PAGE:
Current project status
The current status of this project is: Pre-project.
List of project stages:
- Analysis of responses
- Initiation: Could include discussing scope and terms of reference with lead Government Department
- Pre-consultation: Could include approaching interest groups and specialists, producing scoping and issues papers, finalising terms of project
- Consultation: Likely to include consultation events and paper, making provisional proposals for comment
- Policy development: Will include analysis of consultation responses. Could include further issues papers and consultation on draft Bill
- Reported: Usually recommendations for law reform but can be advice to government, scoping report or other recommendations
Making surrogacy laws that work for the parents, the surrogate and, most importantly, the child.
Becoming a parent is the greatest day in many people’s lives. But sometimes surrogacy can be the only way for people to have children who have a genetic link to them.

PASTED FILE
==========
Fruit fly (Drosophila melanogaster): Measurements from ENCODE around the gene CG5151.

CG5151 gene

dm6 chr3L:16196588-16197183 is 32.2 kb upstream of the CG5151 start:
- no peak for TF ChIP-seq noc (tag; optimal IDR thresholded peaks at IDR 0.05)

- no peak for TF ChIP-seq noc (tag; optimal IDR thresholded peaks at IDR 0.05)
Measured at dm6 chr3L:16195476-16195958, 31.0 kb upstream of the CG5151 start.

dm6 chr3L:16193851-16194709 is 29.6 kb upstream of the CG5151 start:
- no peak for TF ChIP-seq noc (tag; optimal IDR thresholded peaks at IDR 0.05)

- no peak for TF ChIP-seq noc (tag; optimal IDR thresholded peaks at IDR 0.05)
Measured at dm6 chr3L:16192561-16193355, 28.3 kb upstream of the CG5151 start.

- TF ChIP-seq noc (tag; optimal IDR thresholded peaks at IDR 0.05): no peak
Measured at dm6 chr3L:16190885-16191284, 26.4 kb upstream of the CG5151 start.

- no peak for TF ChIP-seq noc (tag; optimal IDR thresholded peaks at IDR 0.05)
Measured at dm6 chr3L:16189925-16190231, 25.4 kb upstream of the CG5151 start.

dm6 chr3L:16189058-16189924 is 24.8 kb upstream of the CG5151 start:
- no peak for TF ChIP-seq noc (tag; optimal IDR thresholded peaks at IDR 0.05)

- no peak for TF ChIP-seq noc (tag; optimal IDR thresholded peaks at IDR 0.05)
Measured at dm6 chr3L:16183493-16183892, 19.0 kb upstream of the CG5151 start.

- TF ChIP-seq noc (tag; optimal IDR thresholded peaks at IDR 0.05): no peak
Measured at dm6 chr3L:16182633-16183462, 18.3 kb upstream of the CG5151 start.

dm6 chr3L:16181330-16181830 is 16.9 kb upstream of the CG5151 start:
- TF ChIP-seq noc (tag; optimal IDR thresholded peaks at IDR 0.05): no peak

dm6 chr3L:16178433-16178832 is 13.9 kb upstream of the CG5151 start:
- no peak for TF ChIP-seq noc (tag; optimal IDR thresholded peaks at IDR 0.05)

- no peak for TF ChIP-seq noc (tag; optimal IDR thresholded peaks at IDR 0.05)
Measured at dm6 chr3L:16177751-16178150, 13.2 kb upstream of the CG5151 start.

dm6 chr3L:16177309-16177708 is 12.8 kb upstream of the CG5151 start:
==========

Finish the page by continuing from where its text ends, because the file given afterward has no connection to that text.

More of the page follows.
It is where a woman – the surrogate – bears a child on behalf of someone else or a couple, who then intend to become the child’s parents.
As society changes, surrogacy is becoming more common – the number of children born this way could be 10 times higher than it was a decade ago.
In the UK surrogacy is governed by the Surrogacy Arrangements Act 1985 and certain provisions of the Human Fertilisation and Embryology Act 2008.
But there are significant problems with the law. The intended parents of a surrogate child can’t make medical decisions about the child until they have a parental order granted, which cannot be done until six weeks after birth. And the regulation of surrogacy needs improving, so standards can be monitored and kept high.
This project came out of our 13th Programme of Law Reform. In our open public consultation surrogacy received the most support of those projects which form part of the Programme, with over 340 people and groups saying the law was not fit for purpose.
The project will consider the legal parentage of children born via surrogacy, the regulation of surrogacy more widely, and the international context of surrogacy.
It will take account of the rights of all involved, including the question of a child’s right to access information about their origin and the prevention of exploitation of children and adults.
The project is expected to last three years. We anticipate publishing a consultation paper by spring 2019.
Area of law
Property, family and trust law
Professor Nicholas Hopkins